You are here

Research Highlights

Research Highlights

 

2nd Annual Research Uncorked

 

 

The Second Research Uncorked was held on Tuesday, May 1, 2018 from 3 PM to 5 PM in the gym.  Faculty and students had an opportunity to meet and network with colleagues to discuss research interests. Research posters from current projects were available for viewing. The  goal of the event was to foster new collaborations and scholarly activity.

 

Making a Difference: SPH Researchers in the News

 

June 2018

Dr. Robert Cohen, clinical professor of environmental and occupational health sciences in the University of Illinois at Chicago School of Public Health, is quoted in an NPR article about a review by the National Academies of Sciences, Engineering, and Medicine published today that states that current protective measures do not do enough to protect miners from mining-related dust that contributes to lung disease. The report suggested that even under stricter regulations imposed in 2016, dust readings may still be inadequate. "We still have to sample more people and we have to sample them more frequently," said Cohen, who reviewed the report. (Article: https://n.pr/2IBzjfl)

(Source: Sharon Parmet, Director of Health Sciences and Research Communications Office of Public & Government Affairs)

 

Dr. Gary Slutkin, professor of professor of global health and epidemiology in the UIC School of Public Health and founder of Cure Violence, was interviewed by the Washington Post on treating violent crime like an infectious disease. (article:  https://wapo.st/2t52H92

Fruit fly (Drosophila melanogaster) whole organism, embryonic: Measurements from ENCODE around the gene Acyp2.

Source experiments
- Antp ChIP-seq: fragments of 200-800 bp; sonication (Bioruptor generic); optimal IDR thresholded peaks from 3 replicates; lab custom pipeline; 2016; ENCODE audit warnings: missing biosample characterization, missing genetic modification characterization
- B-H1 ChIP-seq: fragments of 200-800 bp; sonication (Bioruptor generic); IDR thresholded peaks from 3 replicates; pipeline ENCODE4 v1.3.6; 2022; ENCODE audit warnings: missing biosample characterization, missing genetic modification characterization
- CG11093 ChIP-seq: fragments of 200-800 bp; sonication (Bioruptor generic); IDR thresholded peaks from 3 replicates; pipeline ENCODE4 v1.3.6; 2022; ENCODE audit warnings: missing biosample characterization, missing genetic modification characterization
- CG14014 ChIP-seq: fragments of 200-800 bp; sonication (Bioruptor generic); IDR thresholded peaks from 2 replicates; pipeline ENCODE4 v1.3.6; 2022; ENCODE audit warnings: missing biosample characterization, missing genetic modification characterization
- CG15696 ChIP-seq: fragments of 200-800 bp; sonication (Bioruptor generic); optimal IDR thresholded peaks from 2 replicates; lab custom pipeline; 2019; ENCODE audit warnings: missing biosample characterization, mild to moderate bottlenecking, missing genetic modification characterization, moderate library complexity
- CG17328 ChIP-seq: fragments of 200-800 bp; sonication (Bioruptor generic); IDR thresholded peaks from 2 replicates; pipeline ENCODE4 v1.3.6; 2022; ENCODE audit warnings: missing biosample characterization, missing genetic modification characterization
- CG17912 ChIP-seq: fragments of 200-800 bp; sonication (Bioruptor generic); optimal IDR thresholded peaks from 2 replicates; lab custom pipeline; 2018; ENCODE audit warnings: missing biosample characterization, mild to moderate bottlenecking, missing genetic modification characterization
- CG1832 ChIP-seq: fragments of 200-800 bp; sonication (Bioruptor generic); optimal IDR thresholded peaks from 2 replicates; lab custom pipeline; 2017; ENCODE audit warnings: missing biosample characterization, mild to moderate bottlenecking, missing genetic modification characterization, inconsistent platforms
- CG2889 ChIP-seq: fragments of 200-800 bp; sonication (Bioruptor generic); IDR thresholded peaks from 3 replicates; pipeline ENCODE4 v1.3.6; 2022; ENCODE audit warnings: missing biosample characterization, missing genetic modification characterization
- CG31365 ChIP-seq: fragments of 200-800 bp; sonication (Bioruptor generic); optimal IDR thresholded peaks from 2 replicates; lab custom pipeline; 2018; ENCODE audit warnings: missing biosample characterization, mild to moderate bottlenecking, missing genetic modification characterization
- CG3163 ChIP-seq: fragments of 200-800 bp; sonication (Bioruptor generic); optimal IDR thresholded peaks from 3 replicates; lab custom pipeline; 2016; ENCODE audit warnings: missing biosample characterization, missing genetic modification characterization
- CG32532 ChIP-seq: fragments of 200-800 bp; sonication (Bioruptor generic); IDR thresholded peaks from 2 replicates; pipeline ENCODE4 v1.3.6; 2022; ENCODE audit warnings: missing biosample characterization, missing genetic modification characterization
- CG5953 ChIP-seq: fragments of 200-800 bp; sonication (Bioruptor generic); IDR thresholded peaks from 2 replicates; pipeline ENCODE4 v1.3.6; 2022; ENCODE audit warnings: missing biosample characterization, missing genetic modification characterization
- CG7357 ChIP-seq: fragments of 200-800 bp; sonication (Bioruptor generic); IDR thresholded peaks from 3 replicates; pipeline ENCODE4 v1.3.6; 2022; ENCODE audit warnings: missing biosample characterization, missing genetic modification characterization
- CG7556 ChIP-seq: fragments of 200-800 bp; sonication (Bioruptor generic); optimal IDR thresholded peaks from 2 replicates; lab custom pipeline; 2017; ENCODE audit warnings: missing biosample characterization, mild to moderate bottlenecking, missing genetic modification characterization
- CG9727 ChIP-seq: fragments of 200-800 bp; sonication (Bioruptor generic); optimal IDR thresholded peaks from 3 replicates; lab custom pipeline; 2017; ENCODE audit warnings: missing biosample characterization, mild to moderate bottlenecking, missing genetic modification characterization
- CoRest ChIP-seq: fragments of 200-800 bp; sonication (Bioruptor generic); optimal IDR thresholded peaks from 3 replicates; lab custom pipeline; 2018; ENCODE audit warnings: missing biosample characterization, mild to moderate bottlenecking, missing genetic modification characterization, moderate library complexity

(Source: Sharon Parmet, Director of Health Sciences and Research Communications Office of Public & Government Affairs)

HealthDay News covered new research out of the UIC School of Public Health that found that the incidence of progressive massive fibrosis - a severe form of black lung disease - has been on the rise among coal workers. Lead researcher Kirstin Almberg, assistant professor of occupational and environmental health sciences in the UIC School of Public Health, and colleagues discovered the trend when they analyzed U.S. Department of Labor data on former coal miners who applied for benefits from the Federal Black Lung Program between its start in 1970 and 2016.

"We were, however, surprised by the magnitude of the problem and are astounded by the fact that this disease appears to be resurging despite modern dust control regulations," Almberg said. "This is history going in the wrong direction." (Article: https://bit.ly/2IKtgtS)

(Source: Sharon Parmet, Director of Health Sciences and Research Communications Office of Public & Government Affairs)

 

Like us on Facebook!